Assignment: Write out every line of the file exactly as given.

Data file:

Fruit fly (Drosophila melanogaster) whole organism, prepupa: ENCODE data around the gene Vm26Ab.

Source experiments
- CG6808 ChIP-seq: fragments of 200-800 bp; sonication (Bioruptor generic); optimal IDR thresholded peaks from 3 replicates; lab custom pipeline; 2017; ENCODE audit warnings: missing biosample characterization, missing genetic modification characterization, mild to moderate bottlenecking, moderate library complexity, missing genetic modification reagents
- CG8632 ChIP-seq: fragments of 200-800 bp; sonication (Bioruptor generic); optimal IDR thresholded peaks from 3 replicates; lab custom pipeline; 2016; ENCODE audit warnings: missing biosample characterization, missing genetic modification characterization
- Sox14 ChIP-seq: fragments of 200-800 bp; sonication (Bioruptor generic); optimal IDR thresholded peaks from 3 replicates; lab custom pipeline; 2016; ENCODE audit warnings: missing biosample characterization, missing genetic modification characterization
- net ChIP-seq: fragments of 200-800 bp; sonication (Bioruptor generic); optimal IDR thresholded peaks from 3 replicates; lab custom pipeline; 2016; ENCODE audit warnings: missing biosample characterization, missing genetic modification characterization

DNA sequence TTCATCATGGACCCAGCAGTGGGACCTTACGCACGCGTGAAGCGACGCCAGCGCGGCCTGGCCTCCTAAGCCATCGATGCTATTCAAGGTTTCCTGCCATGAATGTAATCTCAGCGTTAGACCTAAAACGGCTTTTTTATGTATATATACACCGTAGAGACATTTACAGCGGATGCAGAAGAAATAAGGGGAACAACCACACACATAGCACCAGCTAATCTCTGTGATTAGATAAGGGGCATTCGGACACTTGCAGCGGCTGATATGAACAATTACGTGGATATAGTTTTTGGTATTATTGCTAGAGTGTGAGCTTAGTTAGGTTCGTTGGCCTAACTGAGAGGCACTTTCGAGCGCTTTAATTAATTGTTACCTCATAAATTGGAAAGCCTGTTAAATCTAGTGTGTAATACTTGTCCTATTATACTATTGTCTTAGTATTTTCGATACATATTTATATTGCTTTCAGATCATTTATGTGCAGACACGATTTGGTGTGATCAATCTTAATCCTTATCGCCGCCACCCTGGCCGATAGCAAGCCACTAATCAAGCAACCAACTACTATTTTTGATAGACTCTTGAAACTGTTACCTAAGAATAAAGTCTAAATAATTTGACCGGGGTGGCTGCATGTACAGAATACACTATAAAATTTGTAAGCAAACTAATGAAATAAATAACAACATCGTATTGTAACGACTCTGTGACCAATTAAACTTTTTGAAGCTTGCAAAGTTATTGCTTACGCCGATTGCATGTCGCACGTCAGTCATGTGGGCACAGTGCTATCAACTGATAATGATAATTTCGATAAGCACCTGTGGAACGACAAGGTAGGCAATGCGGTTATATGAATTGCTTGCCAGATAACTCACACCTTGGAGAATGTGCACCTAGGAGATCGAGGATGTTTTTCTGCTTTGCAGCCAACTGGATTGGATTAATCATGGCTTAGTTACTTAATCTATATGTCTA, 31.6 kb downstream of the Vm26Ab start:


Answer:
Fruit fly (Drosophila melanogaster) whole organism, prepupa: ENCODE data around the gene Vm26Ab.

Source experiments
- CG6808 ChIP-seq: fragments of 200-800 bp; sonication (Bioruptor generic); optimal IDR thresholded peaks from 3 replicates; lab custom pipeline; 2017; ENCODE audit warnings: missing biosample characterization, missing genetic modification characterization, mild to moderate bottlenecking, moderate library complexity, missing genetic modification reagents
- CG8632 ChIP-seq: fragments of 200-800 bp; sonication (Bioruptor generic); optimal IDR thresholded peaks from 3 replicates; lab custom pipeline; 2016; ENCODE audit warnings: missing biosample characterization, missing genetic modification characterization
- Sox14 ChIP-seq: fragments of 200-800 bp; sonication (Bioruptor generic); optimal IDR thresholded peaks from 3 replicates; lab custom pipeline; 2016; ENCODE audit warnings: missing biosample characterization, missing genetic modification characterization
- net ChIP-seq: fragments of 200-800 bp; sonication (Bioruptor generic); optimal IDR thresholded peaks from 3 replicates; lab custom pipeline; 2016; ENCODE audit warnings: missing biosample characterization, missing genetic modification characterization

DNA sequence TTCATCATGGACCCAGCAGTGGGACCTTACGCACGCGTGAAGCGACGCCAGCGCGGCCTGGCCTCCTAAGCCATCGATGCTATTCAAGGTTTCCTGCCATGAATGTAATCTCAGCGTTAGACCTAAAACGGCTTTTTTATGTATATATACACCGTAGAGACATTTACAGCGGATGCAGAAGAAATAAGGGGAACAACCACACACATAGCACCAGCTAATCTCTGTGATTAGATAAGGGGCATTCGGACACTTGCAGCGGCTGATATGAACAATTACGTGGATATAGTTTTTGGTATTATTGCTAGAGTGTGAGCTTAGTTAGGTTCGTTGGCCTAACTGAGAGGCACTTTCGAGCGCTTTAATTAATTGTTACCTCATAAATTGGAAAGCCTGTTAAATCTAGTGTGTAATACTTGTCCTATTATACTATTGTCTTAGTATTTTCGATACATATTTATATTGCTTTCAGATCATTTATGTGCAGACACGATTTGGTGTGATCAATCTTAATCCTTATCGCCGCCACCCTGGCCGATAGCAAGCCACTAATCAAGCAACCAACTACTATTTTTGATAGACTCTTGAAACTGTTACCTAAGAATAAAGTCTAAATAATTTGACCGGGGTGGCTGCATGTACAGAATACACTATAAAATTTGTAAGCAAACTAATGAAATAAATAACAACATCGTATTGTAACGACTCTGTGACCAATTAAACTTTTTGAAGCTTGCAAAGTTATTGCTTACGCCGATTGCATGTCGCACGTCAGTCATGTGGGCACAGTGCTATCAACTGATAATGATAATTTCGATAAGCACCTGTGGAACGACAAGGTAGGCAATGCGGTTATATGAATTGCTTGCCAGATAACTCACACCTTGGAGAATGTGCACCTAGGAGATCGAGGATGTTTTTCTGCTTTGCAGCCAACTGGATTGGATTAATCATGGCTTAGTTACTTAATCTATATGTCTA, 31.6 kb downstream of the Vm26Ab start: